Labor & Agent: Steinberg as teacher Labor & Agents: Ledecky’s coach on radar CAA history detailed in ‘Powerhouse’ Labor & Agents: Furyk’s number Lagardère buys experiential firm Katz brothers leave Rosenhaus Sports NFLPA’s tweaks to agreement irk agents Labor & Agents: Meyer's turn at a union Labor & Agents: Beyond T-shirt dispute TaylorMade adds top young players
SBJ/20090907/Labor & Agents
Client’s death, controversies create rough stretch for Cook
Published September 7, 2009
In the last year or so, NFL agent Bus Cook has seen his first and most famous client, Brett Favre, retire and unretire twice; negotiated a controversial trade for Jay Cutler; and had to deal with the shock of the murder of close friend Steve McNair.
Cook, a country lawyer from Hattiesburg, Miss., who got his start in the agent business in 1991 when he signed Southern Miss quarterback Favre, says the past year and a half has undoubtedly been the toughest stretch in his career.
“It was the most stressful, for sure,” Cook said.
Cook had to dodge 20 to 30 reporters camped out in the parking lot of his law firm last summer before Favre signed with the New York Jets. “I would try to hide from them, you know, not trying to be ugly, but I had nothing to tell them,” Cook said. And he had to deal with negative press when Favre signed this summer with the Minnesota Vikings, division rival of his longtime team, the Green Bay Packers. “Right now the Green Bay fans are mad because he wanted to play in Minnesota,” Cook said. “But they have to remember, Brett wanted to play in Green Bay [last year].”
In the spring, Cook was involved in controversy again when client Cutler demanded a trade after a 15-minute meeting with new Denver Broncos coach Josh McDaniels where, Cook said, it was clear “they weren’t on the same page.”
Cook has taken hits in at least one story suggesting he was the common denominator in the drama enveloping the trades of Favre, Cutler and McNair — whom the Tennessee Titans sent to the Baltimore Ravens in 2006 after locking him out of their training facility.
“I am saying, you know, I represent my clients, I don’t try to get guys traded,” he said. Favre wanted to stay in Green Bay, Cutler in Denver and McNair with Tennessee, Cook said.
By far the worst thing Cook has had to deal with is the July 4 shooting death of McNair, who signed with Cook before being selected as the third overall pick in the 1995 NFL draft. Cook knew McNair’s mother, who lived 20 miles away from him in Mount Olive, Miss., and he watched McNair play for Alcorn State in Lorman.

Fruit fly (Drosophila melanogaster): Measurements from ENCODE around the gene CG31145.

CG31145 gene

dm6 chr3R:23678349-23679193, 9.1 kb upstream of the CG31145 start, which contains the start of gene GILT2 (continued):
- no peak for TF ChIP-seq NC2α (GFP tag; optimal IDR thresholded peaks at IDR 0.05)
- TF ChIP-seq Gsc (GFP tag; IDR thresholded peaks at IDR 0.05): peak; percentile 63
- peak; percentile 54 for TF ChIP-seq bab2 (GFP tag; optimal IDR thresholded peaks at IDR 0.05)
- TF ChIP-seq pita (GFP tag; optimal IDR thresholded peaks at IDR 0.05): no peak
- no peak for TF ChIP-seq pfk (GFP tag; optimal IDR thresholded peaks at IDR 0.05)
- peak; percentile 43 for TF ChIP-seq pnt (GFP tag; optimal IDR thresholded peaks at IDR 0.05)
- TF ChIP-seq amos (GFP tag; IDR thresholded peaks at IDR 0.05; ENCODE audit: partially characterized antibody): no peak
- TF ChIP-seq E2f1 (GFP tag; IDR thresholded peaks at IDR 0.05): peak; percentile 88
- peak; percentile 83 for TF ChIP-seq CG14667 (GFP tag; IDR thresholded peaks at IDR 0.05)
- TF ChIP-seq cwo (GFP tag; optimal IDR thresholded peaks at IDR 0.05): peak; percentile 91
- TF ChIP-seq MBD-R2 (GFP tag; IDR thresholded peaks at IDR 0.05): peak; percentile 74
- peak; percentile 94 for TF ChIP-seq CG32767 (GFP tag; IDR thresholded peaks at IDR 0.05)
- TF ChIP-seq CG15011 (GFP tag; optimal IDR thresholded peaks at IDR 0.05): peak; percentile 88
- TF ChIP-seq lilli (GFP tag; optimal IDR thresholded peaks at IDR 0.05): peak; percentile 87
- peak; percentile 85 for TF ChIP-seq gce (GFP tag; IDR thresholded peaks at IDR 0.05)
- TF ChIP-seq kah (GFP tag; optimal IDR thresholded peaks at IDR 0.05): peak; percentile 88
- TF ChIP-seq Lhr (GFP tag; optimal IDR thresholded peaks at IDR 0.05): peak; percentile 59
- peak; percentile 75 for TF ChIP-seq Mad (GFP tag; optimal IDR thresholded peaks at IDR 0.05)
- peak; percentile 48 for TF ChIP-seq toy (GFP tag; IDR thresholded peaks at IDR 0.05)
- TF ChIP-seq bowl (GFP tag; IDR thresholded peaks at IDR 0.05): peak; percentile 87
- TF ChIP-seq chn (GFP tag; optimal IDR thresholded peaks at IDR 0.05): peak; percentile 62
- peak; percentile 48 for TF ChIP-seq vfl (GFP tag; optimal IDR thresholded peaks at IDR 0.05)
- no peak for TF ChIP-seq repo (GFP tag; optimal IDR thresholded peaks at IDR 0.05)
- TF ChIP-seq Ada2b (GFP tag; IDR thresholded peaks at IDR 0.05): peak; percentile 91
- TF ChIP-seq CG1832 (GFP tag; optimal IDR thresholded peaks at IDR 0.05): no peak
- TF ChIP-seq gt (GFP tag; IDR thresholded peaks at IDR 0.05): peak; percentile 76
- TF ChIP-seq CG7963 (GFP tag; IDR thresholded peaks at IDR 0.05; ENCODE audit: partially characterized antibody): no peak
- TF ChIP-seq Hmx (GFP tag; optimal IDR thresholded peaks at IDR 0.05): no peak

Cook last saw McNair the week before he was killed, when McNair came to visit his son, Steve Jr., who plays football for a Hattiesburg high school team. McNair and his brothers went fishing at lakes on Cook’s property, and had some time for football, as well. “The week before, he and Brett Favre just happened to be over here throwing” to Steve Jr.’s team, Cook said.
Cook said the slaying makes his death harder to take. “Absolutely, because it is something that is intentional, it is not accidental. … It doesn’t make any sense and particularly in this situation, when you had no knowledge of this person that he was allegedly involved with,” Cook said.
Nashville police said McNair was shot dead by his 20-year-old girlfriend, Sahel Kazemi, who then killed herself.
Nearly two months after McNair’s death, Cook got choked up talking about it. “That is not just the worst thing in my career as an agent, it is one of the worst things in my life,” Cook said.
ATHLETES FIRST SIGNEES: Athletes First, the firm headed by agent David Dunn, has signed a number of NFL players in the last several months, including Patriots wide receiver Wes Welker, Chiefs guard Brian Waters, Chargers center Nick Hardwick and Chargers outside linebacker Shaun Phillips.
GAYLORD SIGNS 2 MLBERS: Gaylord Sports Management has signed San Francisco Giants third baseman Pablo Sandoval and pitcher Carlos Carrasco, who was set to make his big league debut last week with Cleveland. Agents Gregg Clifton, Gus Vasquez and Terry Bross will represent the players.
Liz Mullen can be reached at email@example.com.